In this paper we apply a Monte-Carlo Tree Search implementation that is boosted with domain knowledge to the game of poker. More specifically, we integrate an opponent model in the Monte-Carlo Tree Search algorithm to produce a strong poker playing program. Opponent models allow the search algorithm to focus on relevant parts of the game-tree. We use an opponent modelling approach that starts from a (learned) prior, i.e., general expectations about opponent behavior, and then learns a relational regression tree-function that adapts these priors to specific opponents. Our modelling approach can generate detailed game features or relations on-the-fly. Additionally, using a prior we can already make reasonable predictions even when limited experience is available for a particular player. We show that Monte-Carlo Tree Search with integrated opponent models performs well against state-of-the-art poker programs.
In poker, players tend to play sub-optimally due to theuncertainty in the game. Payoffs can be maximized byexploiting these sub-optimal tendencies. One way of realizingthis is to acquire the opponent strategy by recognizingthe key patterns in its style of play. Existing studieson opponent modeling in poker aim at predicting opponent’sfuture actions or estimating opponent’s hand.In this study, we propose a machine learning methodfor acquiring the opponent’s behavior for the purpose ofpredicting opponent’s future actions.We derived a numberof features to be used in modeling opponent’s strategy.Then, an ensemble learning method is proposed forgeneralizing the model. The proposed approach is testedon a set of test scenarios and shown to be effective.
The development of competitive artificial Poker playing agents has proven to be a challenge, because agents must deal with unreliable information and deception which make it essential to model the opponents in order to achieve good results. This paper presents a methodology to develop opponent modeling techniques for Poker agents. The approach is based on applying clustering algorithms to a Poker game database in order to identify player types based on their actions. First, common game moves were identified by clustering all players\' moves. Then, player types were defined by calculating the frequency with which the players perform each type of movement. With the given dataset, 7 different types of players were identified with each one having at least one tactic that characterizes him. The identification of player types may improve the overall performance of Poker agents, because it helps the agents to predict the opponent\'s moves, by associating each opponent to a distinct cluster.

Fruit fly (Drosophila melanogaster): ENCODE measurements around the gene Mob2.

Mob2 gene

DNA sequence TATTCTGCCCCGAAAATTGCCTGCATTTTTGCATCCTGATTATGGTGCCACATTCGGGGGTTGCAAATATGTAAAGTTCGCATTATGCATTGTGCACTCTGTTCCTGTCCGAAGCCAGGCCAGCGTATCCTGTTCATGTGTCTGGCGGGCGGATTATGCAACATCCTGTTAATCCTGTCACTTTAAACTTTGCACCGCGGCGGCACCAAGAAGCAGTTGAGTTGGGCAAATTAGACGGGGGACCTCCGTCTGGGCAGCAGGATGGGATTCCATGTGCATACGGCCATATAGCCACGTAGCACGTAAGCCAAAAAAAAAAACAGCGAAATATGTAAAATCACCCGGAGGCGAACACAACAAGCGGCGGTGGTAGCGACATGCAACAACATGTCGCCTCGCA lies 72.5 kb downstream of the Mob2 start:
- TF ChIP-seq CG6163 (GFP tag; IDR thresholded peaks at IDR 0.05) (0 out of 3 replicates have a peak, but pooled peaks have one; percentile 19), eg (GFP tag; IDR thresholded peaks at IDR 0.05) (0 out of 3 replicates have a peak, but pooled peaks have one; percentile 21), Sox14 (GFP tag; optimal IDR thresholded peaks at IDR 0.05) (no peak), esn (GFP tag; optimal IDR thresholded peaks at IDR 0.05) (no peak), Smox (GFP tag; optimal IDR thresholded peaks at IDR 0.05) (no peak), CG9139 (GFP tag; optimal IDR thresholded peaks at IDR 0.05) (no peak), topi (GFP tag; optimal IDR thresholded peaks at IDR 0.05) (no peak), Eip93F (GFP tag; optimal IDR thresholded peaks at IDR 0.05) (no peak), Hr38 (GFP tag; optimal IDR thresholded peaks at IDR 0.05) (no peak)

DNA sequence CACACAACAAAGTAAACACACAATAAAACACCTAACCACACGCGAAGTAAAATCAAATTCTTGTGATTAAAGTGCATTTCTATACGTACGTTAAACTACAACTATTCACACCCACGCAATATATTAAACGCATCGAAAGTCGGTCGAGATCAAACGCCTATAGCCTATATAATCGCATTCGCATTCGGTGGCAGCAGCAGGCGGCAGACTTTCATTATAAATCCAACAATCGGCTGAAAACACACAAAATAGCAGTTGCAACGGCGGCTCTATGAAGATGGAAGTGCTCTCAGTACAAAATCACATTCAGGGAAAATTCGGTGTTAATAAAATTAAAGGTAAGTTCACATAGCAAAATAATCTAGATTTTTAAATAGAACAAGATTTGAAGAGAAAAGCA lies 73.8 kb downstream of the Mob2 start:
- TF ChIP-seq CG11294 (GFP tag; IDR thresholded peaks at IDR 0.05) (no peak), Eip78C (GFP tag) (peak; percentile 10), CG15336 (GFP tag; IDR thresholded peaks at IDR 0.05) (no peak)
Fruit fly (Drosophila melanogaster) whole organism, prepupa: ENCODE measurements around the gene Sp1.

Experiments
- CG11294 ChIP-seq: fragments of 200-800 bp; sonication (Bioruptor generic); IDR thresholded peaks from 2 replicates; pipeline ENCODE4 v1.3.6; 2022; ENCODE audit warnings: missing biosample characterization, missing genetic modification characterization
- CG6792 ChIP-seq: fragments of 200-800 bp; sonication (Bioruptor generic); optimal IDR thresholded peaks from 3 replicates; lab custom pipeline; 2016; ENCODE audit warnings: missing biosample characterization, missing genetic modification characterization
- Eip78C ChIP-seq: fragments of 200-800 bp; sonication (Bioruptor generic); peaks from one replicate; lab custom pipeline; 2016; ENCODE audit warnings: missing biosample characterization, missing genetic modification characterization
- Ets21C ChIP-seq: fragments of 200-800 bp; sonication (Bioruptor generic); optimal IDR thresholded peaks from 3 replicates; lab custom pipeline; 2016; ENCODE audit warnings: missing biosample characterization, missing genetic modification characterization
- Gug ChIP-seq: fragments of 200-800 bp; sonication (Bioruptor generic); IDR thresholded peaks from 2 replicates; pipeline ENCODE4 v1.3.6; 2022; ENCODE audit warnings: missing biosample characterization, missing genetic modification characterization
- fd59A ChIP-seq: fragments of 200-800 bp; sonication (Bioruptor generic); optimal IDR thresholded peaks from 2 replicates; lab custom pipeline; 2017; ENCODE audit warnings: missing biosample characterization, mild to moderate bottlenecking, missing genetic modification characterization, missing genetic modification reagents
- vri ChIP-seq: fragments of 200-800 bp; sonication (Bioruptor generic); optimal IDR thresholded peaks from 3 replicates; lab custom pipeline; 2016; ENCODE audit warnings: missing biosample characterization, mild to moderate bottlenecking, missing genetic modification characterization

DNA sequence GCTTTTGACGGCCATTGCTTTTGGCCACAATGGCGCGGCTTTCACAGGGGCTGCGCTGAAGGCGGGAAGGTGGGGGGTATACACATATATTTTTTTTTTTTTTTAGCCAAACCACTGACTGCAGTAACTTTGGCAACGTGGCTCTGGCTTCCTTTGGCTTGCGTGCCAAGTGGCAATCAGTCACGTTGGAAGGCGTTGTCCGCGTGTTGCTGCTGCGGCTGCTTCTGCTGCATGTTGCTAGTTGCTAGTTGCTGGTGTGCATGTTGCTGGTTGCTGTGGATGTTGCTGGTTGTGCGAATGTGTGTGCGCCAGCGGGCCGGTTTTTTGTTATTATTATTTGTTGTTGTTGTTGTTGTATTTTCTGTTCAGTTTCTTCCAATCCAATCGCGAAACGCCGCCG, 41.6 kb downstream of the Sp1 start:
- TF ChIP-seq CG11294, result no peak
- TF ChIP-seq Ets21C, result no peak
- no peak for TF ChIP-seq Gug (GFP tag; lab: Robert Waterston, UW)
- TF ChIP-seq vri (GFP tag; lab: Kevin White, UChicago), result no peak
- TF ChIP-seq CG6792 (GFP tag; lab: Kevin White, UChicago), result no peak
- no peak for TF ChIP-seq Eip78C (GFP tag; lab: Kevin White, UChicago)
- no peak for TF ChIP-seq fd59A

Sequential games of perfect information can be solved by backward induction, where solutions to endgames are propagated up the game tree. However, this does not work in imperfect-information games because different endgames can contain states that belong to the same information set and cannot be treated independently. In fact, we show that this approach can fail even in a simple game with a unique equilibrium and a single endgame. Nonetheless, we show that endgame solving can have significant benefits in imperfect-information games with large state and action spaces: computation of exact (rather than approximate) equilibrium strategies, computation of relevant equilibrium refinements, significantly finer-grained action and information abstraction, new information abstraction algorithms that take into account the relevant distribution of players' types entering the endgame, being able to select the coarseness of the action abstraction dynamically, additional abstraction techniques for speeding up endgame solving, a solution to the ``off-tree" problem, and using different degrees of probability thresholding in modeling versus playing. We discuss each of these topics in detail, and introduce techniques that enable one to conduct endgame solving in a scalable way even when the number of states and actions in the game is large. Our experiments on two-player no-limit Texas Hold'em poker show that our approach leads to significant performance improvements in practice.
We present a game theory-based heads-up Texas Hold'em poker player, GS1. To overcome the computational obstacles stemming from Texas Hold'em's gigantic game tree, the player employs our automated abstraction techniques to reduce the complexity of the strategy computations. Texas Hold'em consists of four betting rounds. Our player solves a large linear program (offline) to compute strategies for the abstracted first and second rounds. After the second betting round, our player updates the probability of each possible hand based on the observed betting actions in the first two rounds as well as the revealed cards. Using these updated probabilities, our player computes in real-time an equilibrium approximation for the last two abstracted rounds. We demonstrate that our player, which incorporates very little poker-specific knowledge, is competitive with leading poker-playing programs which incorporate extensive domain knowledge, as well as with advanced human players.